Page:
Diabetes – What is Diabetes?
Diabetes is a serious condition that is affecting millions of people each year. It occurs when your body doesn’t produce enough insulin or it isn’t able to use the insulin it does produce effectively.
Exercise, diet and medications can help to prevent or delay the development of the disease. It is also essential to be aware of symptoms to determine whether something is wrong and seek treatment.
What is diabetes?
Diabetes is a chronic health issue (long-lasting), which alters the way your body converts food into energy. It happens when your pancreas stops making enough insulin or doesn’t utilize it as effectively as it should.
Insulin is a hormone that helps cells absorb and utilize sugar, also known as glucose. Type 2 diabetics do not produce enough insulin, or their bodies aren’t able to utilize it in a proper way.
The blood sugar levels rise with time in both forms of diabetes. This can cause issues with your eyes, feet, and kidneys. It could also harm your brain and heart arteries.
Type 1 diabetes
Type 1 diabetes is an autoimmune condition, meaning that your body’s immune system attacks and destroys insulin-producing cells in the pancreas. The destruction can happen over several months or even years until it leads to the absence of insulin completely.
Insulin is a requirement for people who suffer from type 1 diabetes each day. They also have to keep track of their blood sugar levels and adjust their insulin, food and activity levels to keep their blood sugar within the healthy range.
Type 2 diabetes
If you suffer from type 2 diabetes, your body is not functioning as insulin should. Insulin is a hormone that aids in the movement of glucose (blood sugar) from your blood into your cells, which is then utilized to generate energy.
Type 2 diabetes sufferers have to manage their condition by consuming a balanced diet and exercise. They also may need to take medication to manage their blood sugar levels.
Symptoms of diabetes in women
Diabetes is a chronic illness that affects all races as well as ethnic groups and ages as well as genders. Women are at greater risk than males.
Women who suffer from diabetes are more likely to suffer from complications, such as heart disease (the most common complication associated with diabetes), and vision loss.
One early warning sign of women suffering from diabetes is increased thirst and urine, a condition known as polydipsia. This is because diabetes can create excess sugar in your blood and your kidneys are not able to filter it out.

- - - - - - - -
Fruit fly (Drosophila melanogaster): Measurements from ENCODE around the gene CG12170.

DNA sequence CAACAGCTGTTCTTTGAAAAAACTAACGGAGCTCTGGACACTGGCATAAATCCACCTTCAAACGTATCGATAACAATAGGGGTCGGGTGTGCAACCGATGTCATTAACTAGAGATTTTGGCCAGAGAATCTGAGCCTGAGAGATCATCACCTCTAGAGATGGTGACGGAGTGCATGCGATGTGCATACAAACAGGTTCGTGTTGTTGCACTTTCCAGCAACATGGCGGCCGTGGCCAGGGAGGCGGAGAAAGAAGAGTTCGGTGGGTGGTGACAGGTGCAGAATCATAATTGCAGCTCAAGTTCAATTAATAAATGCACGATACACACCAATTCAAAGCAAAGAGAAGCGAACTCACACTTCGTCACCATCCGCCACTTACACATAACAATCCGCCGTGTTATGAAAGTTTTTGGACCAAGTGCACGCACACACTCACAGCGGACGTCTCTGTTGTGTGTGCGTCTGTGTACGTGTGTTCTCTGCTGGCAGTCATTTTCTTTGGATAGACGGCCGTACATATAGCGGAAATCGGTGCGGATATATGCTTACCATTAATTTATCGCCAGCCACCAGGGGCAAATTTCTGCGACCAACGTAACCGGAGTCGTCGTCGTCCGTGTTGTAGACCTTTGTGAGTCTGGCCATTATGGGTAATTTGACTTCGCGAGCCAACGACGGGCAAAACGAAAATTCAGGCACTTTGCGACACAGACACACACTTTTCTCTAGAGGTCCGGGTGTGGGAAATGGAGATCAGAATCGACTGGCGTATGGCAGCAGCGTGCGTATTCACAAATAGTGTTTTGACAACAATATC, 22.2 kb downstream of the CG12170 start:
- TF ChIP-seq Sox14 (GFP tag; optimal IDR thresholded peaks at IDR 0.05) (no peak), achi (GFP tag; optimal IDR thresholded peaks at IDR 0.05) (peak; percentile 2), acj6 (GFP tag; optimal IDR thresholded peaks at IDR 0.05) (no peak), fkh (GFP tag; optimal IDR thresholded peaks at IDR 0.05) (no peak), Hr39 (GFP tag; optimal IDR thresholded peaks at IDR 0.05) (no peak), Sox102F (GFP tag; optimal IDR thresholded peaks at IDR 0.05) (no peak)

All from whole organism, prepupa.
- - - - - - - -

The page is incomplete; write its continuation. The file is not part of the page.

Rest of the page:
The signs of diabetes in men
In the case of diabetes the cells are unable to use blood sugar (glucose) to generate energy. This is typically because the pancreas ceases to produce enough insulin.
This can result in high blood glucose levels. Your body then attempts to reduce these levels by flushing excess glucose out of your bloodstream through urine.
People with diabetes are typically thirsty, and they have to drink lots of fluids.
Men may also experience weight loss because their muscles are broken down by their bodies for energy, instead of fat. This is because blood sugar levels remain elevated for long periods.
A healthy diet for diabetes is a crucial aspect of managing the condition. It can help you manage your blood sugar, manage your weight and reduce the risk of developing heart disease.
Include whole foods in your diet, including fruits, vegetables and whole grains. Also, dairy products that are low in fat products as well as legumes, beans and beans are excellent choices. It should be low in saturated fats and sugars as well as added sugars (unhealthy).
You might consider limiting your consumption of beverages sweetened with sugar. These drinks are often high in sugar which can cause blood sugar levels in the body to increase.
Your doctor may prescribe diabetes medications to help keep your blood sugar (glucose) levels within the normal range. These medications are typically paired with lifestyle changes such as exercise and diet to help manage your diabetes.
If your blood sugar levels aren’t controlled on one medicine, a second medicine might be added. Your doctor will work with you to select the most appropriate medication for your specific needs and preferences.
The latest medications, including sodium-glucose-cotransporter-2 inhibitors as well as glucagon antagonists for the peptide-1 receptor, decrease blood sugar levels and provide benefits for the kidneys and cardiovascular system, while reducing the risk of complications. They can also be beneficial for weight loss and are available in tablet and injectable forms.